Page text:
LISA DE KLERK
This week the University of Pretoria’s Drama department will once again entertain us with some of the best theatre Pretoria has to offer. The annual Krêkvars Student Arts Festival will showcase more than 40 different productions running from Monday 25 to Saturday 30 July. As far as convenience goes, the shows are being performed right here on campus and the damage is only R10. Tickets can purchased 45 minutes before each show at The Bok and (for certain shows) at the door. Selecting a production out of the many on offer can prove a difficult feat, but Perdeby was fortunate enough to catch a few rehearsals to help you out. Consult the festival’s official Facebook page for the full schedule.
Small Town – A Sing-along Musical
Pure entertainment. Small Town – A Sing-along Musical is set in the 80s and features classics such as “Come On Eileen”, “Faith” and “Summer of ‘69”. A young starlet travels to the city to make it big and meets some colourful (and we mean colourful) characters along the way. It’s a campy, interactive no-brainer that encourages the audience to tap their feet and sing along. Expect legwarmers, neon, glitter, faded denim and a jazzy cast. This production, created by Elana Heyns and Grant Towers, should suffice as the perfect mid-week distraction when class becomes a bit too much. Just “Relax” and “Dance with Somebody”.
Masker Theatre: 26 July at 19:45, 28 July at 15:15 and 30 July at 15:15.
Black Persia – The Apocryphal Chapter
Sounds mysterious, doesn’t it? This piece takes “dancing” to the next level. Serving as a prelude to Pieter Human’s previous pieces, Yellow Wood and Black Wood, Black Persia’s interpretations of sound and lyric are absolutely captivating. The dancers seem effortless and so absorbed in their movement that it’s almost as if you’re intruding on a group of strangers’ transcendent, delirious experience. A go-out-of-your-way must-see.
Masker Theatre: 26 July at 16:45, 28 July at 21:15 and 30 July at 16:45.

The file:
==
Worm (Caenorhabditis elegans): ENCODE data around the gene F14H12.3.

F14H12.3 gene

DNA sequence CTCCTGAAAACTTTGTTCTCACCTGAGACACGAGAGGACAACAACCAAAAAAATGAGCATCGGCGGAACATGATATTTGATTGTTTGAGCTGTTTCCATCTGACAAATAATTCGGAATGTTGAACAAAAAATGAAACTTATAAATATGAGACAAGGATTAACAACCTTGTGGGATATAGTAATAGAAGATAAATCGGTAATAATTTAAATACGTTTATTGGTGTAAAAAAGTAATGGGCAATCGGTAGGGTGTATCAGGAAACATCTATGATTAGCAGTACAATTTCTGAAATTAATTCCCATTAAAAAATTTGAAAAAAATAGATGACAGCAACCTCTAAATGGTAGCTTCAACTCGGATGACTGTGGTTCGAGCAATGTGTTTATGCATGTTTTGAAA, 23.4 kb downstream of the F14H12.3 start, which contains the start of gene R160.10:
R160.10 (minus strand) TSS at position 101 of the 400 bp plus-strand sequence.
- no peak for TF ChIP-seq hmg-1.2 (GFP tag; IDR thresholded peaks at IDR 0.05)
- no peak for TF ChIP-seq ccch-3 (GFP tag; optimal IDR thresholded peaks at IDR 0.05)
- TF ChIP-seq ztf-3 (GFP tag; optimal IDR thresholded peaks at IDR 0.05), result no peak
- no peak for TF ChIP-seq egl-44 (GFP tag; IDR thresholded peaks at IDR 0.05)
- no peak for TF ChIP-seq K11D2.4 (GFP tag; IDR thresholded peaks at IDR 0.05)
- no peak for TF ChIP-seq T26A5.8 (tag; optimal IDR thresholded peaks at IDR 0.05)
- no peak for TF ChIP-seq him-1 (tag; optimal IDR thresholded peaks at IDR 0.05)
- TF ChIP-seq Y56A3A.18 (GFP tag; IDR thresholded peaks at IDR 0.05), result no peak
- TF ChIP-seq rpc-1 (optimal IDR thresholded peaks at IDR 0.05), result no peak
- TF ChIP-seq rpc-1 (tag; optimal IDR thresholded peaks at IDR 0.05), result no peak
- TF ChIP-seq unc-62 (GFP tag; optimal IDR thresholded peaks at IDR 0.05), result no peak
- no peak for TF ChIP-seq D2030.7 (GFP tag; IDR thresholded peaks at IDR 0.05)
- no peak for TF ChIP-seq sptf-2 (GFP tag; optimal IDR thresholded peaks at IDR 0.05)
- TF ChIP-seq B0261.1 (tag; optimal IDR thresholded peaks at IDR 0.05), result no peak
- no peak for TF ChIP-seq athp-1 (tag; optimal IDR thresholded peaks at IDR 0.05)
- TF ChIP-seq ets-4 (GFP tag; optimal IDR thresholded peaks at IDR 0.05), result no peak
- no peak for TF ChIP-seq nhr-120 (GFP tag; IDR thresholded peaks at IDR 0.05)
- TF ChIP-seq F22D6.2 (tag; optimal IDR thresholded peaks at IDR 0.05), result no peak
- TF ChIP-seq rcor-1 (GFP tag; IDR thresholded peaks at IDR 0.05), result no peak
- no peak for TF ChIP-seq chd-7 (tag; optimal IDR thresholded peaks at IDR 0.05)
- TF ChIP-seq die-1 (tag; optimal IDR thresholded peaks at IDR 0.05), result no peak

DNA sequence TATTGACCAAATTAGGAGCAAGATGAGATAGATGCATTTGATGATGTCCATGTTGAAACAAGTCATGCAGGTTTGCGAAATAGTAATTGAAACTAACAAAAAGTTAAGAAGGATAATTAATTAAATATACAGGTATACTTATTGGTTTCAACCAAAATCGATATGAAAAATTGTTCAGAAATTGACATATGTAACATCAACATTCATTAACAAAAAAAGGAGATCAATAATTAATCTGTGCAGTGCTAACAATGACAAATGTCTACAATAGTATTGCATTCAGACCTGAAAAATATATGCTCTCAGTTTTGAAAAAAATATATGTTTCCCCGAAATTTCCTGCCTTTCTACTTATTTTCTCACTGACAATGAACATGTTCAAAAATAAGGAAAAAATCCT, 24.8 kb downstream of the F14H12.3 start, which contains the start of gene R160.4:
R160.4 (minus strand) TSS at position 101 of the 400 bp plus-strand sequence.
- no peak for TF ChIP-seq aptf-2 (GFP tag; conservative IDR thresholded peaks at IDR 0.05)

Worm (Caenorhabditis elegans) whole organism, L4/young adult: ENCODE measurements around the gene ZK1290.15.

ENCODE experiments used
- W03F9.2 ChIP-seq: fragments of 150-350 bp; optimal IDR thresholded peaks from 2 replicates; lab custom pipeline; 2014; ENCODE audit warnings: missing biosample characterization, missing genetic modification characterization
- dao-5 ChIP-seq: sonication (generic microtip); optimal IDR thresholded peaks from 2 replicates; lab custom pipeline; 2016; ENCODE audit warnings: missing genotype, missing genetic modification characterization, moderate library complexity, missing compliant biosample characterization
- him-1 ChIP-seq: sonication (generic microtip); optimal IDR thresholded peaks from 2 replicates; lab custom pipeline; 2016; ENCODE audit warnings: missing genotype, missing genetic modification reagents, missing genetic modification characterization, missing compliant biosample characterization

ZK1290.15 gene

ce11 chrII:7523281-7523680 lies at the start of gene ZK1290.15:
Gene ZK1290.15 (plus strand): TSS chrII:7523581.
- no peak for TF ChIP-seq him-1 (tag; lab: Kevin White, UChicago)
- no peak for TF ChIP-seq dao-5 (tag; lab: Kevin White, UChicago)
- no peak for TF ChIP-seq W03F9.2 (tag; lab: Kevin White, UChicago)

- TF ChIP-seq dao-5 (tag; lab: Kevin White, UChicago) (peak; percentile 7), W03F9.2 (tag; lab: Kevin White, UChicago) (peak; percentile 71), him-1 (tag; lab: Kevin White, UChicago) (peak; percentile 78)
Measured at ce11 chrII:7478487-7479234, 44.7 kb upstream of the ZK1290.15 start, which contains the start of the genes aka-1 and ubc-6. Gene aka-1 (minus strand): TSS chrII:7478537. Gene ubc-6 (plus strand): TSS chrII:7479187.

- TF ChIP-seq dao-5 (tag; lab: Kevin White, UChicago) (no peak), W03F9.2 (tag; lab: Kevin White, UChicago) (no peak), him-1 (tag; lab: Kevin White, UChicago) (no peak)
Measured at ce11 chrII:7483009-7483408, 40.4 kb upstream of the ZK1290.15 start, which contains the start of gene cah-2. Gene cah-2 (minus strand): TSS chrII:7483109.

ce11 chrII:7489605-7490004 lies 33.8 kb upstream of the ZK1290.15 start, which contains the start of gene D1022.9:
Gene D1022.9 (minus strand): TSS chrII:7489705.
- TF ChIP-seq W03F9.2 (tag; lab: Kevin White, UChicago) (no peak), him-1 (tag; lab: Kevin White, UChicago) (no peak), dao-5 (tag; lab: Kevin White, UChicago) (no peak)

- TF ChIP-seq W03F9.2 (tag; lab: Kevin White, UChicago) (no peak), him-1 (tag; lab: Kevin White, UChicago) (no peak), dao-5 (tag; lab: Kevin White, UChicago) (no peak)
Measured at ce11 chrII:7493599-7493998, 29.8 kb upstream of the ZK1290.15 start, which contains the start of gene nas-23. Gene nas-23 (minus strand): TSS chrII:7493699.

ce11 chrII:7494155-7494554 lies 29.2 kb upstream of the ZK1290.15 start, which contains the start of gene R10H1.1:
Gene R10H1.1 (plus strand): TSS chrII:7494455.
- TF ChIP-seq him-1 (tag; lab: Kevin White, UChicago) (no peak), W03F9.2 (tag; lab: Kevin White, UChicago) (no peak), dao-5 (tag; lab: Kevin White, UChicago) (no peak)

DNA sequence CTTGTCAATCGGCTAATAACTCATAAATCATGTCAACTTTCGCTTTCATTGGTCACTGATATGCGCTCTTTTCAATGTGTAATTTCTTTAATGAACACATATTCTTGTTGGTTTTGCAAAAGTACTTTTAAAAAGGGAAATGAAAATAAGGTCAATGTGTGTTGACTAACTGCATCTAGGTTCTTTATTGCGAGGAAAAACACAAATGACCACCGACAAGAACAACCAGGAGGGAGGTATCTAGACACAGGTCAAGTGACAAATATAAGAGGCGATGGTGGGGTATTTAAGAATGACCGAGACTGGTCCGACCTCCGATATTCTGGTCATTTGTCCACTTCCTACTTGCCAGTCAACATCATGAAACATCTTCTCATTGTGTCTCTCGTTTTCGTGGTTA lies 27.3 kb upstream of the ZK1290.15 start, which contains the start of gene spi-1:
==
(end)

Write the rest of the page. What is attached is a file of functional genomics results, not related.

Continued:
The Audition is one of the shorter pieces being showcased at the festival. An average mix of dance and dialogue, it depicts the auditions of seven girls all competing for a spot in the same production. The audience gets to learn about their favourite food and how driven each contender is, and then, er, watch their auditions. There’s not much more to it than that. If you’re looking for a show simply to pass the time between classes, this is probably your best bet.
Masker Theatre: 25 July at 10:45, 27 July at 12:15 and 28 July at 19:45.
de Melker chronicles the life of the notorious Daisy de Melker, who poisoned two of her husbands and her son. The drama piece, created by Venetia Herbst (who stars as de Melker herself), follows Daisy from the early days of her first love all the way up to her execution. It offers speculative insight into the complex mind of the murderess, but not much more than that. If you’re not familiar with de Melker’s story, it could serve as a superficial introduction to a very interesting bit of history.
Lier Theatre: 27 July at 10:00, 28 July at 11:30 and 30 July at 19:00
This piece is truly something different. Yanagi/Dragonface is a double-bill show featuring two adult fairy tales – through shadow puppetry. The cut-outs are deftly detailed and their movements so real that it appears as if the show is being run purely by magic. The audience isn’t spoiled with sheer artistry alone but also by two extraordinary stories. Yanagi is the brainchild of Chris van Rensburg and Christelle van Graan, and illustrates a poignant Japanese love story. Marinda Botha, creator of the mystical Dragonface, describes shadow puppetry as “making a film with your eyes”. Another must-see.
Lier Theatre: 28 July at 17:30, 29 July at 19:00 and 30 July at 10:00.
Koshuis Loshuis 2
Koshuis Loshuis 2 is the South African theatre equivalent to films such as Road Trip and American Pie. The sequel to 2010’s Koshuis Loshuis, this comedy follows the escapades of a Pretoria student and his res mates. Manie realises he is in love with a one-night-stand and travels to Cape Town in search of her. Expect a lot of sex, swearing and all-round debauchery. It’s good, slapstick entertainment, and a coin-toss between being either extremely offended or in stitches by the end of it.
Masker Theatre: 26 July at 13:45, 29 July at 13:45 and 30 July at 19:45
Cleansed is an unsettling in-your-face masterpiece. Written by Sarah Kane and directed by Gavin Matthys, it reveals (in brutal honesty) the extent of love and sacrifice. The piece is based mainly around a sister searching for her lost brother, but the emotional rollercoaster will leave you wondering what it really is you watched. The cast is strong, the narrative disturbing and the sentiment intense. Also showcased at the 2011 National Arts Festival in Grahamstown, Cleansed stands out clearly amongst the other Krêkvars productions.
Masker Theatre: 26 July at 21:15 and 30 July at 10:00
Photo: Jerome van Zyl